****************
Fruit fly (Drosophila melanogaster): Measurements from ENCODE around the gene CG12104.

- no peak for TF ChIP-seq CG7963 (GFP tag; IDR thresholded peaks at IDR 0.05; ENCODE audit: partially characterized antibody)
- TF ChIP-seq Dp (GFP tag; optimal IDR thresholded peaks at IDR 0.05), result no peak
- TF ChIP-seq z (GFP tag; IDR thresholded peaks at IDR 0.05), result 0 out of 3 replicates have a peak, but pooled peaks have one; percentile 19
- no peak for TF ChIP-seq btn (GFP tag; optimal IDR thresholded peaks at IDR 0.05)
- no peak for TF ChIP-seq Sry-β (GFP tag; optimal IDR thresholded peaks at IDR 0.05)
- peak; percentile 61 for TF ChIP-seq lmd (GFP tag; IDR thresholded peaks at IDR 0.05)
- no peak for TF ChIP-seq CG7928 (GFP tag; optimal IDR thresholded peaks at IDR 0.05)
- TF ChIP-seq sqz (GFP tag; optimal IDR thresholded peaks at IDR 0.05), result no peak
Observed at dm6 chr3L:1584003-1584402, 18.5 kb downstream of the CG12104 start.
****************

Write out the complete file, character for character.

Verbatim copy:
Fruit fly (Drosophila melanogaster): Measurements from ENCODE around the gene CG12104.

- no peak for TF ChIP-seq CG7963 (GFP tag; IDR thresholded peaks at IDR 0.05; ENCODE audit: partially characterized antibody)
- TF ChIP-seq Dp (GFP tag; optimal IDR thresholded peaks at IDR 0.05), result no peak
- TF ChIP-seq z (GFP tag; IDR thresholded peaks at IDR 0.05), result 0 out of 3 replicates have a peak, but pooled peaks have one; percentile 19
- no peak for TF ChIP-seq btn (GFP tag; optimal IDR thresholded peaks at IDR 0.05)
- no peak for TF ChIP-seq Sry-β (GFP tag; optimal IDR thresholded peaks at IDR 0.05)
- peak; percentile 61 for TF ChIP-seq lmd (GFP tag; IDR thresholded peaks at IDR 0.05)
- no peak for TF ChIP-seq CG7928 (GFP tag; optimal IDR thresholded peaks at IDR 0.05)
- TF ChIP-seq sqz (GFP tag; optimal IDR thresholded peaks at IDR 0.05), result no peak
Observed at dm6 chr3L:1584003-1584402, 18.5 kb downstream of the CG12104 start.